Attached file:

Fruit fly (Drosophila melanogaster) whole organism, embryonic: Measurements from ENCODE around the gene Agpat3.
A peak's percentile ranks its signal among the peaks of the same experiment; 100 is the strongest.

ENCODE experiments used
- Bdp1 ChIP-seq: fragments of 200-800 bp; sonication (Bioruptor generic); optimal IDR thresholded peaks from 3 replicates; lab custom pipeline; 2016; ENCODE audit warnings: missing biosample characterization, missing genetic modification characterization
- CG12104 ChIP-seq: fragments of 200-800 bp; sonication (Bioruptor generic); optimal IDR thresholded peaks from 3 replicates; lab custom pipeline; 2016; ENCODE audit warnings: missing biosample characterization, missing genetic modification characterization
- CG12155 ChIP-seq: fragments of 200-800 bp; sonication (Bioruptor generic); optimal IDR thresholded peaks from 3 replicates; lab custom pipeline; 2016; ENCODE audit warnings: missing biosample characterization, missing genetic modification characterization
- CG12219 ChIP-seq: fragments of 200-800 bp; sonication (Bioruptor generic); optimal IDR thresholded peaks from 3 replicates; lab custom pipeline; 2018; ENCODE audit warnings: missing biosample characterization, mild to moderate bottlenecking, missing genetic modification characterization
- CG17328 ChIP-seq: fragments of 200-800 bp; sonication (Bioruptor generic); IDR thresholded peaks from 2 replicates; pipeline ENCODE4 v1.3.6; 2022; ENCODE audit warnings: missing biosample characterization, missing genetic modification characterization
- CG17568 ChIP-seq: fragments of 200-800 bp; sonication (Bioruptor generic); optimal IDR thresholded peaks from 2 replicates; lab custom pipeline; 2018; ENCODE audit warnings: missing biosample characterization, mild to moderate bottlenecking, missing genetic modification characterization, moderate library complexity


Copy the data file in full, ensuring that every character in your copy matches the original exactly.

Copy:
Fruit fly (Drosophila melanogaster) whole organism, embryonic: Measurements from ENCODE around the gene Agpat3.
A peak's percentile ranks its signal among the peaks of the same experiment; 100 is the strongest.

ENCODE experiments used
- Bdp1 ChIP-seq: fragments of 200-800 bp; sonication (Bioruptor generic); optimal IDR thresholded peaks from 3 replicates; lab custom pipeline; 2016; ENCODE audit warnings: missing biosample characterization, missing genetic modification characterization
- CG12104 ChIP-seq: fragments of 200-800 bp; sonication (Bioruptor generic); optimal IDR thresholded peaks from 3 replicates; lab custom pipeline; 2016; ENCODE audit warnings: missing biosample characterization, missing genetic modification characterization
- CG12155 ChIP-seq: fragments of 200-800 bp; sonication (Bioruptor generic); optimal IDR thresholded peaks from 3 replicates; lab custom pipeline; 2016; ENCODE audit warnings: missing biosample characterization, missing genetic modification characterization
- CG12219 ChIP-seq: fragments of 200-800 bp; sonication (Bioruptor generic); optimal IDR thresholded peaks from 3 replicates; lab custom pipeline; 2018; ENCODE audit warnings: missing biosample characterization, mild to moderate bottlenecking, missing genetic modification characterization
- CG17328 ChIP-seq: fragments of 200-800 bp; sonication (Bioruptor generic); IDR thresholded peaks from 2 replicates; pipeline ENCODE4 v1.3.6; 2022; ENCODE audit warnings: missing biosample characterization, missing genetic modification characterization
- CG17568 ChIP-seq: fragments of 200-800 bp; sonication (Bioruptor generic); optimal IDR thresholded peaks from 2 replicates; lab custom pipeline; 2018; ENCODE audit warnings: missing biosample characterization, mild to moderate bottlenecking, missing genetic modification characterization, moderate library complexity